For this year's Drupal Camp a joint effort has been made to offer three different workshops on testing with Drupal. One of them was a Behat workshop where a theoretical basis was given and different practical exercises with Behat were proposed.
Through this article we want to make this same Behat workshop available to anyone who is interested so that they access the presentation and the exercises. Unfortunately, the slides are only available in Spanish. However, the exercises are written in English so even if you don't speak Spanish you may benefit of doing the practical part.
The workshop uses two repositories, the first is a presentation used as a guide for the workshop, and the second is a pre-configured environment with Behat ready to be run.
The presentation can be viewed online directly from the browser. It consists of three parts:
- A very basic introduction to Behat, supported by more information during the practical part.
- How to configure the environment to perform the exercises using the second repository. This step is very simple as it is based on Metadrop's Boilerplate, which includes a set of Docker containers already configured to run Drupal and Behat (as well as other tools).
- The practical part, where exercises are presented in the form of user stories to be written using Behat.
The interesting thing about the practical part is that all the exercises have a solution that can be consulted to validate the exercise. This allows the doer to have at least one reference solution to each problem.
First go to the workshop's slides. Read the first part with the introduction to Behat. Since it is a presentation, there are not many details but you can learn more in the official Behat documentation or in other references you can find.
For the practical part, check the slide "Montar entorno" (which is duplicated, once at the beginning of the presentation and then at the beginning of the practical part), where you can find the the three simple commands required:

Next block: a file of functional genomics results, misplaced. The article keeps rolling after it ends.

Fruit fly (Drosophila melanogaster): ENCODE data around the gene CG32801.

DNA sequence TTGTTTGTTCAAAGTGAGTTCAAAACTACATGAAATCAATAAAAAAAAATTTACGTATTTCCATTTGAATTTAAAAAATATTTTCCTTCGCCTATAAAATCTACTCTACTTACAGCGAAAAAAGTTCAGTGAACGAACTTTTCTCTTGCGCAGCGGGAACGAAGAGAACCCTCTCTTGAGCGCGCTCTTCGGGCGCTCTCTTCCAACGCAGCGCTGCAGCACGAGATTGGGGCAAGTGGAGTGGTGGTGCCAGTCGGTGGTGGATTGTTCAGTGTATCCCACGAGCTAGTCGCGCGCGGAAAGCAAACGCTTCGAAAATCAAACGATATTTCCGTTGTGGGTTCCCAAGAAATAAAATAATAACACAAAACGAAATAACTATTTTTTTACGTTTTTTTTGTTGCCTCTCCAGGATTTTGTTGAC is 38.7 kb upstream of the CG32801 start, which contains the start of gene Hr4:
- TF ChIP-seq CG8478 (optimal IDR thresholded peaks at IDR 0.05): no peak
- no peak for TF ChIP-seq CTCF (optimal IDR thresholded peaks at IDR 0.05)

- Clone the repo:
git clone firstname.lastname@example.org:rsanzante/drupalcampspain2023-behat-workshop.git
- Install PHP pacakges (run inside the cloned repository):
- Run the assistant to configure the environment:
The assitant will ask several questions but the default values are fine except the profile to install: you must select the Umami profile. This is because the workshop makes use of the functionalities and content of this demo profile that comes with the Drupal core. It also asks whether to create a Radix subtheme; although we can leave the default option (yes), it is not required for the workshop and it takes a while to generate it, so it's better not to generate it.
The exercise repository contains a workshop branch and several tags:
Commits and repository tags from the practical part. The dev branch and "Initial commit" commit are generated by the assistant and can be ignored (or select not to initialise the Git repository so that it doesn't add the branch and commit).
Start by jumping to the first tag, initial-setup, and test that Behat works (
make shell and then just
behat). Then, checkout the tag of the first exercise (us1-exercise) and check the directory tests/functional/behat/features/umami/ to find the exercise. Once done, you can checkout the next tag to see the suggested solution (us1-solution). This cycle is repeated for all exercises.
Each exercise is completed in a file and the solution is in another file, so that both solutions can coexist (the suggested one and the one wrote by the person doing the workshop). In fact, the suggested solutions are not executed because the files do not have the
.feature extension. The last commit renames the suggested solutions by adding this extension, so that these solutions can be tested quickly and easily.